Matthews has done better than third, he finished second to Peter Sagan in Longwy on stage 3, but that was in a finale that was much better suited to him. Up against some of the fastest riders in the peloton, Matthews was able to duke it out with them on the wide, flat finish.
"We waited and waited, we did exactly like we said in the meeting before and I think we have to be happy for third," said Matthews. "We knew that we needed to stay focused and stick together inside the final. We had a plan, and we stuck to it, and for us this definitely feels like a win."
There will be plenty more opportunities for Matthews, both on the flat and on some slightly hillier stages. Following the stage, he picked stage 14 to Rodez as the one that gives him the best opportunity to take home a victory. The 181km stage features two category three climbs in the final 50 kilometres, plus an unclassified ascent into Bonnecombe and with 500 metres to go the road rises sharply towards the line. It's a stage that suits him well, and he is full of confidence after stage 7.
"We have a really strong team here which is focused solely around a solid lead-out, and after following our plan to perfection, we were able to take a good result. In this race there's no giving up, as long as you keep trying then something good will come, and that's exactly what happened today."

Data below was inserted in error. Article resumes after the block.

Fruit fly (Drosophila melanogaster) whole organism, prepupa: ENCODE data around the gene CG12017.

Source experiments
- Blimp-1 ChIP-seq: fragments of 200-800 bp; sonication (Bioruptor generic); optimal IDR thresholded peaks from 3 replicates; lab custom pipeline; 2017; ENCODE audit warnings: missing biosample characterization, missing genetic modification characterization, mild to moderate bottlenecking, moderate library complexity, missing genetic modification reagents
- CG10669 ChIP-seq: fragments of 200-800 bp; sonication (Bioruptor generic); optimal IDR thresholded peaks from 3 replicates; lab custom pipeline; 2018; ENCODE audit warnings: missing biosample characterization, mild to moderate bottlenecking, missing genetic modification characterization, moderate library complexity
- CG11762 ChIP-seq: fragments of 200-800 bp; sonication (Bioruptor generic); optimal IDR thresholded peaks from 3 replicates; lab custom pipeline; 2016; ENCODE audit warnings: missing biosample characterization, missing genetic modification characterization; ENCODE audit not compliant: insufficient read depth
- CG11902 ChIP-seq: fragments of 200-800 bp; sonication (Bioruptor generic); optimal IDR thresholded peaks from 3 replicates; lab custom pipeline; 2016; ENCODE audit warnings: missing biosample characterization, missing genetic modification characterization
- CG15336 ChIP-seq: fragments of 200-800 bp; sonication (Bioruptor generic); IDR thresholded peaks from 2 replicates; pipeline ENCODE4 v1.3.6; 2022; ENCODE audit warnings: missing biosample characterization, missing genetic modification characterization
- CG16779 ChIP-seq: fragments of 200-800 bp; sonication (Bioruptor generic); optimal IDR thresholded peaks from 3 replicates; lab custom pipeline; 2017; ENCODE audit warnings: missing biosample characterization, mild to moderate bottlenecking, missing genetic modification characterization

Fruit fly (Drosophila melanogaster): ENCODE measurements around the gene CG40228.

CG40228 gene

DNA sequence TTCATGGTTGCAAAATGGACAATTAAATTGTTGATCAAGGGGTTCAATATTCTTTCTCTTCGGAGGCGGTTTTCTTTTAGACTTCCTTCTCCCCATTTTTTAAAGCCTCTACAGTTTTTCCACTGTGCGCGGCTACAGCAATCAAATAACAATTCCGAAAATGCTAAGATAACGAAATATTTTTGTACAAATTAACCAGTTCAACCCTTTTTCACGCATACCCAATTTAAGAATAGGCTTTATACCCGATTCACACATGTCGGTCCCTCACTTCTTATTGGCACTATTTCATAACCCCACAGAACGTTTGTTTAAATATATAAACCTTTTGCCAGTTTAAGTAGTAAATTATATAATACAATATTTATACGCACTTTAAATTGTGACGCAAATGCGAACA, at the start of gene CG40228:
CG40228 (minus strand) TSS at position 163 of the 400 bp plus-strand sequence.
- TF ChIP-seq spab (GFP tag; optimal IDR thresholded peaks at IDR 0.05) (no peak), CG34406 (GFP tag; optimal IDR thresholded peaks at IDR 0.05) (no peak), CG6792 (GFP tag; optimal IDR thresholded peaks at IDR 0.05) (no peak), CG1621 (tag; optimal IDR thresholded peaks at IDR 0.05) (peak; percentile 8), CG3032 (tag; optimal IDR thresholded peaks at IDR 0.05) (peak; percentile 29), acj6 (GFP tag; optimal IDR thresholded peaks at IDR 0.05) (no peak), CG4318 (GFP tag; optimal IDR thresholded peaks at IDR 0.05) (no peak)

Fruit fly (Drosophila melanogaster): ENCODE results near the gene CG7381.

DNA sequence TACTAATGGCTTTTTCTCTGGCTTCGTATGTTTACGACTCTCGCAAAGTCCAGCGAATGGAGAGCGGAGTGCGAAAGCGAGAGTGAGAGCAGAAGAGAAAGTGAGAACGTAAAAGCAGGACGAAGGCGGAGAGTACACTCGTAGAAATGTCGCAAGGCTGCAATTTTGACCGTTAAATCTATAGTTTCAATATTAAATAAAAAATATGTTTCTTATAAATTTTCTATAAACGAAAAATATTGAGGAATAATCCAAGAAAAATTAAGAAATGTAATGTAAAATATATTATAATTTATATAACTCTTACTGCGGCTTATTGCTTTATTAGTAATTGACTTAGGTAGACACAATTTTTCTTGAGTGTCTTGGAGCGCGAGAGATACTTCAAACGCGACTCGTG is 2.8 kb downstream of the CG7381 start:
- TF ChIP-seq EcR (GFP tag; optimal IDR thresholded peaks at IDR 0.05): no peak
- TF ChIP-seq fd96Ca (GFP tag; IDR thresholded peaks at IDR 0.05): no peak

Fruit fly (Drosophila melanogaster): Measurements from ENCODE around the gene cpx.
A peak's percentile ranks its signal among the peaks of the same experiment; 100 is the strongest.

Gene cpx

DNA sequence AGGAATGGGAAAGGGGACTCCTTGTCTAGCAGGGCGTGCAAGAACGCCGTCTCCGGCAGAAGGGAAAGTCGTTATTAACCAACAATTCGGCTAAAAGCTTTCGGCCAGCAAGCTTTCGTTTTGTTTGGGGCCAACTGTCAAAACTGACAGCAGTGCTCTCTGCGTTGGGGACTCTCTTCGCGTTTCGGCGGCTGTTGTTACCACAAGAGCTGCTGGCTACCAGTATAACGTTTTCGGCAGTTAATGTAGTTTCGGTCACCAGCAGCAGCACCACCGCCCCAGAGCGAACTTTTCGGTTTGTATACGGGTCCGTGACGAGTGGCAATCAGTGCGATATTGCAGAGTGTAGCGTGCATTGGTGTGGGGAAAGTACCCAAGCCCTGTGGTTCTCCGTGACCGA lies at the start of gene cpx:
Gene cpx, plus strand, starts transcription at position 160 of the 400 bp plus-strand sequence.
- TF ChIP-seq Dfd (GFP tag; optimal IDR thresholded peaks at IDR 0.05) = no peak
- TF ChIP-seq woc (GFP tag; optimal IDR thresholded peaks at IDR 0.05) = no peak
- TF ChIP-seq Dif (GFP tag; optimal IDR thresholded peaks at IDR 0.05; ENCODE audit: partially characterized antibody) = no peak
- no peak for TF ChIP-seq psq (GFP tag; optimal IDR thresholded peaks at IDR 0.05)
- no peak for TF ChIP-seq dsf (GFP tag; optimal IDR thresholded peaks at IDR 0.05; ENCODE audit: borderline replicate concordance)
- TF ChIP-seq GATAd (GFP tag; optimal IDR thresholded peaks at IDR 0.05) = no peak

The sprint competition will take a brief break, before resuming with two flat rides on stages 10 and 11. After such a dominant show of force in the opening week, Marcel Kittel will be the odds-on favourite to take both of those days. Having closed the gap to the German, does he think he can beat him?
"That's a difficult one," said Matthews.
On its second weekend, the Tour de France moves from Burgundy to the Jura mountains, where the general classification riders and rouleurs will get their chance.